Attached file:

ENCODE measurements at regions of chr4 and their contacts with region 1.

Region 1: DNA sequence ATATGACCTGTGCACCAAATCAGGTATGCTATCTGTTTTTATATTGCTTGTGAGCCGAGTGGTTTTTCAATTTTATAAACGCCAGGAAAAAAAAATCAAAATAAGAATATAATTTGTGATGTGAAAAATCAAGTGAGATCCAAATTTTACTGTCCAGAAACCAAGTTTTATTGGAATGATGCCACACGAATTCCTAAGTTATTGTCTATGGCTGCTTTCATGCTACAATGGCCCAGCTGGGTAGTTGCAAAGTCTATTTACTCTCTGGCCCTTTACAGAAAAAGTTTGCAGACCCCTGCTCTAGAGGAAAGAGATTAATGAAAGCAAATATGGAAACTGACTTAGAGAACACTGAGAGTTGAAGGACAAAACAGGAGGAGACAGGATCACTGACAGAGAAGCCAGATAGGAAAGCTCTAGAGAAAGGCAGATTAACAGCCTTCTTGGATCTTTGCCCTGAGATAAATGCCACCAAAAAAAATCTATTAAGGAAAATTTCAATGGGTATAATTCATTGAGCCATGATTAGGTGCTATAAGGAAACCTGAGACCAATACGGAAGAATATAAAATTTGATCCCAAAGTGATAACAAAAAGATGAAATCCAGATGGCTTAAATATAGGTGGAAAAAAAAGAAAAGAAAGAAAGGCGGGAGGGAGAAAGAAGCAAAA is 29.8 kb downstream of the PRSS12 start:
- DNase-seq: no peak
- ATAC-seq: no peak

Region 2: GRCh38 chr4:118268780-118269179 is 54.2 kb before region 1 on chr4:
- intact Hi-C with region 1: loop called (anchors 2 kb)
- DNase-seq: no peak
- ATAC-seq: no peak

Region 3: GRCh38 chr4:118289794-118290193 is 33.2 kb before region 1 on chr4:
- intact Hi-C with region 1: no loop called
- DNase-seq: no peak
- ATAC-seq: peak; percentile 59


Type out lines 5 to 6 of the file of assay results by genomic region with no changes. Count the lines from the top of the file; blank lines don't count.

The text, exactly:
Region 2: GRCh38 chr4:118268780-118269179 is 54.2 kb before region 1 on chr4:
- intact Hi-C with region 1: loop called (anchors 2 kb)